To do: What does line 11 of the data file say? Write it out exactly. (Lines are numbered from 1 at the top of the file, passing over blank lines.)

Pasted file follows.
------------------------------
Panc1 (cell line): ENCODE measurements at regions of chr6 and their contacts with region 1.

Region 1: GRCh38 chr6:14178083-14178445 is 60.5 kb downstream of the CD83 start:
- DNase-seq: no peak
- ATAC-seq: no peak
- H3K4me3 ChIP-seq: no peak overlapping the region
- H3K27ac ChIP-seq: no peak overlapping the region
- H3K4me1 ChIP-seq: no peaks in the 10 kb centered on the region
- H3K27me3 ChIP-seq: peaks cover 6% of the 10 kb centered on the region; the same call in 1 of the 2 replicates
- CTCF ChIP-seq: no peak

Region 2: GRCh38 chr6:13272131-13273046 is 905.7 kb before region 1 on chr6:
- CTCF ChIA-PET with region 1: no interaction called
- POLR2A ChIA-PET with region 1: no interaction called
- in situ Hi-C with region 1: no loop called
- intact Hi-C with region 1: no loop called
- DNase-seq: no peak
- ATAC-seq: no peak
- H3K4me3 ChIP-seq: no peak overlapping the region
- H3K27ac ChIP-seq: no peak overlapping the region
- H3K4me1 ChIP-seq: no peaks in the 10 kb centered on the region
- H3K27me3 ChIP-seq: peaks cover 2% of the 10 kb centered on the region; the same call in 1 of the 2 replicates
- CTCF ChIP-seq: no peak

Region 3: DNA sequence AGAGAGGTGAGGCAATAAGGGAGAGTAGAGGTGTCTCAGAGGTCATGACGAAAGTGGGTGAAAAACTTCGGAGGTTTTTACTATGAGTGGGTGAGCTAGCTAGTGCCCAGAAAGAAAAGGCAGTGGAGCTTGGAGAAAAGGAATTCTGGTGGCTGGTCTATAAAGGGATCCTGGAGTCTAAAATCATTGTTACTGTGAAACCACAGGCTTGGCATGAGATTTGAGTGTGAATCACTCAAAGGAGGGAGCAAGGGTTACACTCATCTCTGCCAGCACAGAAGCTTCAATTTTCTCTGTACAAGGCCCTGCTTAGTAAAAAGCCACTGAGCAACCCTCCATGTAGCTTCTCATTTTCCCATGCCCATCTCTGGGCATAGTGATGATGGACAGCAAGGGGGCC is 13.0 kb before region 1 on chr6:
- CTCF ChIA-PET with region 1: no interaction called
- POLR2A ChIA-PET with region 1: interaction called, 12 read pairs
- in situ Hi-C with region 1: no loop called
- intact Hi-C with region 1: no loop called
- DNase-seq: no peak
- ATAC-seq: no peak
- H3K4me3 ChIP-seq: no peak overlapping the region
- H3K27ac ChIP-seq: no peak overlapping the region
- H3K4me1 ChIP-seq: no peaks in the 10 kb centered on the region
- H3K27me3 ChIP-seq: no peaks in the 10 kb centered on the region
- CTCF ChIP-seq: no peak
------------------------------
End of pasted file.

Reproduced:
- CTCF ChIA-PET with region 1: no interaction called